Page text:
I resent some of you “early-risers” because you’ve gotten smug about your ability to get out of bed early.
I’d love to get up at the crack of dawn, believe me. It’s so peaceful. The rising sun is so magical. The birds sing their morning songs.
At least that’s what I’m told. The only time I ever got up early was when a had a prostrate exam scheduled — the freaking birds (and bees) were the last things on my mind.
I’m a sleeper. I get up at 8, pour a big mug of coffee, and sit down at my desk — only because I have to, because I work for a living.
“You’re missing the best part of the day,” you early-risers say. I hate hearing that.
“I’m up and out by six.”
“I get up at the crack of dawn,” you brag. “I get up when the rooster crows.”
Big deal. When people say that to me now I reply, “Yeah? I got up at 12:01 AM! That’s right. One second after midnight. The beginning of morning. It is literally impossible to get up earlier than me!”
I have hated leaving my warm bed since I was first forced to attend school as a five year old. It’s been that way — school or work, for the past 50 years.
Truth is, people who get up early often have no choice — we are the working class.
Then there are those born into money. There is a new breed of successful people — the Hamptons is the epicenter — who have it made, but that’s not enough. They want to rub it in our faces, very subtly.
“George and I have made a commitment to healthy living. We realize now our bodies are a sanctuary for purity. You should try it!”
There it was. The putdown. That they were doing something we weren’t, the implication being whatever we were doing (and they don’t care) couldn’t possibly have been as exciting as what they were doing.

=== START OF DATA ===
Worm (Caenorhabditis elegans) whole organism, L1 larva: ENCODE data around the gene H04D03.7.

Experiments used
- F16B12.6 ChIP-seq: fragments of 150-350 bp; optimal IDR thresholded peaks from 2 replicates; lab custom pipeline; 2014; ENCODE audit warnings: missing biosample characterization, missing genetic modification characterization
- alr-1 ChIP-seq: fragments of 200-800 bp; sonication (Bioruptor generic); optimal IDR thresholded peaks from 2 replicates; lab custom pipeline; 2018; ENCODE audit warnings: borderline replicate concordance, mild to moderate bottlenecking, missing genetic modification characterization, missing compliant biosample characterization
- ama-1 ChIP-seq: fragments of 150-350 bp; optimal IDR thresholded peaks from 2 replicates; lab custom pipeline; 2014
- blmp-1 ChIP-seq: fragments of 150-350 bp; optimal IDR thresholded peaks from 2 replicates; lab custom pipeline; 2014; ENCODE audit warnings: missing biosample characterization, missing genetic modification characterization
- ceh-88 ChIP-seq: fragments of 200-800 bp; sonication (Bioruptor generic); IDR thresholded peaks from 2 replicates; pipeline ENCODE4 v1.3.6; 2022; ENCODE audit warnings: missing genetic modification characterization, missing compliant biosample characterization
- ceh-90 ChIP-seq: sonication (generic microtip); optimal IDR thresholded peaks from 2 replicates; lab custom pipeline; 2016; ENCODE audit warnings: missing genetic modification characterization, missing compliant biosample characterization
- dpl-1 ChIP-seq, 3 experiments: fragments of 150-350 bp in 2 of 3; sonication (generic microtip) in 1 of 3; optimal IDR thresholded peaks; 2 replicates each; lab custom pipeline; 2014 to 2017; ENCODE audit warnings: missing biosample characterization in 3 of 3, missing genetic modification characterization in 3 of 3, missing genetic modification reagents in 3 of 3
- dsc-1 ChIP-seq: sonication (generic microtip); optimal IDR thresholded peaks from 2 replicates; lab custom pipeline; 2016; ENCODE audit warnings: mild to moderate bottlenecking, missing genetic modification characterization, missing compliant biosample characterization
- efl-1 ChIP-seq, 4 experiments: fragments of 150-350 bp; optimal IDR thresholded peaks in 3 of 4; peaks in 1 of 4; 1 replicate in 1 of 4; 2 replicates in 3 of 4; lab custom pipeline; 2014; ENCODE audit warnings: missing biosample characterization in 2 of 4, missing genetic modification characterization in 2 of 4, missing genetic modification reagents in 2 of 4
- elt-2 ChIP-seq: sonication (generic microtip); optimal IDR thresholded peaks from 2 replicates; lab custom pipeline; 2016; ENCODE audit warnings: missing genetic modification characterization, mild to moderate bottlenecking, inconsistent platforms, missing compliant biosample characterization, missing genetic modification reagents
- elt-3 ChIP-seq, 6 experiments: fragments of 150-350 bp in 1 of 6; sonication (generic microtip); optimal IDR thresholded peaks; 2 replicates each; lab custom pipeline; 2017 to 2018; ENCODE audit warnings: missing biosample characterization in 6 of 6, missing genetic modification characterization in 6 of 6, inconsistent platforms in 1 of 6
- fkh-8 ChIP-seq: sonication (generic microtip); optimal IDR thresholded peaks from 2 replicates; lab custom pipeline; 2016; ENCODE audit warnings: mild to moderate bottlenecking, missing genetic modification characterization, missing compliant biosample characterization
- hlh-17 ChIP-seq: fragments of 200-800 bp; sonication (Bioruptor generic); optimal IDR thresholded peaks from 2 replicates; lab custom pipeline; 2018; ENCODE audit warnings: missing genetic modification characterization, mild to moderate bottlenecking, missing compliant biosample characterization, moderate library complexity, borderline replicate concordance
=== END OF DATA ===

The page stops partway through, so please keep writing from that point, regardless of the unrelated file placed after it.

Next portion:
“We’re going to Aruba for three weeks! You should come!”
They know we are not going to Aruba, or we would have said something. They also know even if we wanted to at that point it’s too late to get a flight, a hotel, and so on.
“Actually we were all set to go but I canceled last week,” I replied.
“I found out you were going. We decided to go to Flint instead.”
We have friends who go to every big movie, usually on opening night. They look at us like we are crazy when we say we didn’t see the movie. The wife, who I’ll call Agnes, gets a bit teary-eyed.
”What do you mean you didn’t see it? It was one of the great cinematic experiences of my life!”
I never know what to say. “I’ll just have to find the inner strength to survive until ‘The Chipmunk Movie’ comes out on DVD,” I finally mutter.
We watch movies cuddled up on the couch with our beloved Coca Belle in between us. And if I occasionally put it on pause to make a hot fudge sundae with Haagen Dazs vanilla, melted milk chocolate, and fresh whipped cream, is it so bad? Is that such a depraved life?
But see? I just did it. I flaunted. I related a pleasurable thing that I had and by implication I felt pity for you because you either didn’t have a hot fudge sundae or, even worse, used a supermarket-brand vanilla ice cream.
Next time you eat at some swanky restaurant and brag about it ask yourselves why you didn’t invite the guys working in your yard to attend with you.
Next time you want to discuss the new opera at The Met (“You didn’t see it? Why?”), ask yourself why you don’t go over the wrong side of the tracks and ask the migrants what they thought about it.
It’s all about contact.
When we vote, we too often vote because we want the little guy to get a fair shake and then some: free medical, food stamps, higher wages, and so on. That’s a good thing.
But when you live your sanitized life in such a way that you don’t even realize what a arrogant phony you’ve become, that’s when you get the country in trouble.
You can’t assuage your guilt by voting one way and living another.